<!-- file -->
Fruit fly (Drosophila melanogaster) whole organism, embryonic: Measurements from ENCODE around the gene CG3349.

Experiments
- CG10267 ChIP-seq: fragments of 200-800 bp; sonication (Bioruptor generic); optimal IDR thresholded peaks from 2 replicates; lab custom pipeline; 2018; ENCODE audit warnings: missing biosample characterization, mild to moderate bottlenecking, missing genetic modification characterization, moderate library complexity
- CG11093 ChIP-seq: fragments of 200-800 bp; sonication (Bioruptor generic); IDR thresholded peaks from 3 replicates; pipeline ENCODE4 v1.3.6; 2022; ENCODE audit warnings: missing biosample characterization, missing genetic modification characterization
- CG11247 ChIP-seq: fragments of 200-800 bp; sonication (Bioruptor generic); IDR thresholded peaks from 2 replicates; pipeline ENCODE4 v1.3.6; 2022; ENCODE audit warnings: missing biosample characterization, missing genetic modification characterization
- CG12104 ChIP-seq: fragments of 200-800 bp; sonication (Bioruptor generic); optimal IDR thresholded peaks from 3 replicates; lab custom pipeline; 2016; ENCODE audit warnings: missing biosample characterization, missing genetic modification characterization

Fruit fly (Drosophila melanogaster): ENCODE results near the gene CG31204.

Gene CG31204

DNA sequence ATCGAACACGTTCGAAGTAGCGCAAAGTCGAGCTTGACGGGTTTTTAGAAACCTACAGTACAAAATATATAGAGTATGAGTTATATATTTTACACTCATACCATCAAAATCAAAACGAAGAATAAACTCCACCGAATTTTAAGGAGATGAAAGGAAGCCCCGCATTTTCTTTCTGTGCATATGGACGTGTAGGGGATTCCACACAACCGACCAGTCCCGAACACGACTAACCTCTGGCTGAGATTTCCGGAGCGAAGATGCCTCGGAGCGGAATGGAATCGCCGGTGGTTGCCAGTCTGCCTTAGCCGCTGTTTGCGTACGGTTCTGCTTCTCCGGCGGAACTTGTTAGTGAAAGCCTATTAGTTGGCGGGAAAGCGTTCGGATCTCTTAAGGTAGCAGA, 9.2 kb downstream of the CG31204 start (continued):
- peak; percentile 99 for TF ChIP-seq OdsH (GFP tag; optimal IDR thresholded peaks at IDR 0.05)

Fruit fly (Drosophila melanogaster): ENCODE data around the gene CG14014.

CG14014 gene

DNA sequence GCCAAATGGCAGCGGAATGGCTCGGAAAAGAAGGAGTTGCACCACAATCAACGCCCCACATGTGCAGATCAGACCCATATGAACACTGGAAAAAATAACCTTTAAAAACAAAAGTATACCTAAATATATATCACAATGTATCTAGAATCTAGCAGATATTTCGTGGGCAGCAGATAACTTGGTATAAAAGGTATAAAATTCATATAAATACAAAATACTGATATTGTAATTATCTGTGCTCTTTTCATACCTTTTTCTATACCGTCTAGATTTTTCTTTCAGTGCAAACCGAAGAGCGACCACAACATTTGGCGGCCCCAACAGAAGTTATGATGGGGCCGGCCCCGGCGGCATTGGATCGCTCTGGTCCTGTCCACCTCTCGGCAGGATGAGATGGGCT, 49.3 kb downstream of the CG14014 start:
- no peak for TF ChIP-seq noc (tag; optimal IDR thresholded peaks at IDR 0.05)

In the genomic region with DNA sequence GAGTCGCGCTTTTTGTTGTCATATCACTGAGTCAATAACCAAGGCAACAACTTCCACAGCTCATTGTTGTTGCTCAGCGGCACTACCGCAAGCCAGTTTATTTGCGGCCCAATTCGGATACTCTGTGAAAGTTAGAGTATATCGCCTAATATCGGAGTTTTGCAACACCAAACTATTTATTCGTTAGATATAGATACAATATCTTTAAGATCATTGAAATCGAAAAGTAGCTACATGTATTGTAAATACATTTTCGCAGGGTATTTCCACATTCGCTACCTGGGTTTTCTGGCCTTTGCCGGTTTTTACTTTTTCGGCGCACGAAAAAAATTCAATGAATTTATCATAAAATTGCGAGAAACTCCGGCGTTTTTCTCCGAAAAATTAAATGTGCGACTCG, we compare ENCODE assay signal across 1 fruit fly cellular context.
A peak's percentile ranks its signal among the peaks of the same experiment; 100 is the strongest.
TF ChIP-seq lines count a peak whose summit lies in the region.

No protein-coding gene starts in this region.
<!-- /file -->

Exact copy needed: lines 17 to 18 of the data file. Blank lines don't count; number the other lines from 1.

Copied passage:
TF ChIP-seq lines count a peak whose summit lies in the region.

No protein-coding gene starts in this region.